Wednesday, 8 October 2008

Institute of Christ the King and Sisters Adorers now of Pontifical Right **updated**

Thanks to NLM for the news that the Institute of Christ the King is now of Pontifical Right.

The priests now constitute a Society of Apostolic Life of Pontifical Right - no surprise in a way given that they now operate in 50 dioceses around the world.

**A little more surprising is that the sisters are now also a public association of Pontifical Right - pretty impressive (**not an institute of consecrate life yet as I had thought**), pretty good going given that they only started formally in 2004 (although the first sisters started their formation before that), and still have only three sisters in vows (and according to their website, still temporary vows!), albeit with several novices and postulants, some of whom must be getting pretty close to taking first vows.

By contrast, for example, the Benedictine of Mary Queen of Apostles in the US have a lot more sisters and have been going a lot longer, and are a public association of diocesan right.

In any case, you can read more on their website: here.

The move is a pretty important protection, and very timely, given that there is a new archbishop of Florence, the diocese where the Institute's Seminary and the Sister's convent is located, who seems rather less sympathetic to tradition than his predecessor.


Anonymous said...

Any chance of the the ICK coming to Aus?


The Inside Guy said...

They did have a chance, a chance to get a foothold in Adelaide. But they blew that one, the Arch Asked them to con celebrated the chrism Mass and they said no.......very imprudent of them....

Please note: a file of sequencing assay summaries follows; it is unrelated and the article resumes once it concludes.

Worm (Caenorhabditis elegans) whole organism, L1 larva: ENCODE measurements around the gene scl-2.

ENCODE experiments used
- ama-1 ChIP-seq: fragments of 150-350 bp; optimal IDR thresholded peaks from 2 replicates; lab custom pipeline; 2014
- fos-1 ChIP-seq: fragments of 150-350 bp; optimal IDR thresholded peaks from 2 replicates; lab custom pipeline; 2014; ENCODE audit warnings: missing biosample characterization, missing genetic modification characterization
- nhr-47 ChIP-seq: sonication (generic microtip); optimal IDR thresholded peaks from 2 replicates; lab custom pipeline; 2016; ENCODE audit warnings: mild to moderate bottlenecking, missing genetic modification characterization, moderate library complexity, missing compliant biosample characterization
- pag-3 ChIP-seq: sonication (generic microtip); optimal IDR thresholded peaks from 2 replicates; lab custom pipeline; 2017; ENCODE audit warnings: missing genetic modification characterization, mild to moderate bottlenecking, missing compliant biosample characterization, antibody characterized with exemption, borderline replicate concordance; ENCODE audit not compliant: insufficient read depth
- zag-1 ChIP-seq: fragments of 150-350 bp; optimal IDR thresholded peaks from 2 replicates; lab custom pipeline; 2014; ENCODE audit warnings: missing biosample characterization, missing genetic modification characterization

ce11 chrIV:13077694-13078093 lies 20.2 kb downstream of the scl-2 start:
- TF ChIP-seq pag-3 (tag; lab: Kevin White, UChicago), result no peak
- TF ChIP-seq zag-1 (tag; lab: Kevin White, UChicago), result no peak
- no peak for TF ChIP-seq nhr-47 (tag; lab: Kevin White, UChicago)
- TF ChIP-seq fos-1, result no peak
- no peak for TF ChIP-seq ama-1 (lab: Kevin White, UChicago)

Terra said...
This comment has been removed by the author.
Terra said...

Inside Guy - I suspect you are thinking of the FSSP, not the ICK.

Any such requirement on the part of a bishop would be a breach of canon law, since all priests have the right to celebrate individually (CL 902). Of course that doesn't stop bishops from attempting to impose illegal requirements, just as they attempt to stop the celebration of the TLM altogether, whether directly or indirectly (by imposing conditions they know won't be accepted).

Secondly, concelebration is a key issue for traditionalists. Concelebration is not an 'organic' development of the liturgy, rather it is something arbitrary, imposed and represents a very strange ecclesiology. If you want to reconcile groups like the SSPX (who are very active in Adelaide) making the priests concelebrate is not the way to do it.

So it seems very bizarre to me that an archbishop of a diocese with a desperate shortage of priests, and who is being forced to close and amalgamate parishes, would attempt to impose such a requirement on a group eager to provide one or two young and enthusiastic priests to serve in the diocese.

So imprudence on somoene's part if this was the barrier - but not, I would suggest, the traditionalist socieity concerned.